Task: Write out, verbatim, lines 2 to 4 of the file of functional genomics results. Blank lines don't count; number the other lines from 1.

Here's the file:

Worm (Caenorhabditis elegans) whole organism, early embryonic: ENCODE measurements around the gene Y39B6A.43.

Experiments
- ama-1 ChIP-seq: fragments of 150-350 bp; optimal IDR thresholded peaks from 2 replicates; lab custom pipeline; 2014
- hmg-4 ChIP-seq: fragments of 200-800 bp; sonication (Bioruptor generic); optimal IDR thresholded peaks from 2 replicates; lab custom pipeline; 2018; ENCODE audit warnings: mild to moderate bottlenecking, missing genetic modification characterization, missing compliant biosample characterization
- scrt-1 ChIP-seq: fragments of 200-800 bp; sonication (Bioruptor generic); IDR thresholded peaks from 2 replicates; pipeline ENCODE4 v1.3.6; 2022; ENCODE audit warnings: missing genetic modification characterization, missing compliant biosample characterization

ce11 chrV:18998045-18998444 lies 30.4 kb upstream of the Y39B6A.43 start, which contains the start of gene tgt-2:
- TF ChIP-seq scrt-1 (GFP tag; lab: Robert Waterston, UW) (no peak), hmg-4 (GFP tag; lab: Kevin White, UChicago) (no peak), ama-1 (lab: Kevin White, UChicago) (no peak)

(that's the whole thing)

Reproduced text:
Experiments
- ama-1 ChIP-seq: fragments of 150-350 bp; optimal IDR thresholded peaks from 2 replicates; lab custom pipeline; 2014
- hmg-4 ChIP-seq: fragments of 200-800 bp; sonication (Bioruptor generic); optimal IDR thresholded peaks from 2 replicates; lab custom pipeline; 2018; ENCODE audit warnings: mild to moderate bottlenecking, missing genetic modification characterization, missing compliant biosample characterization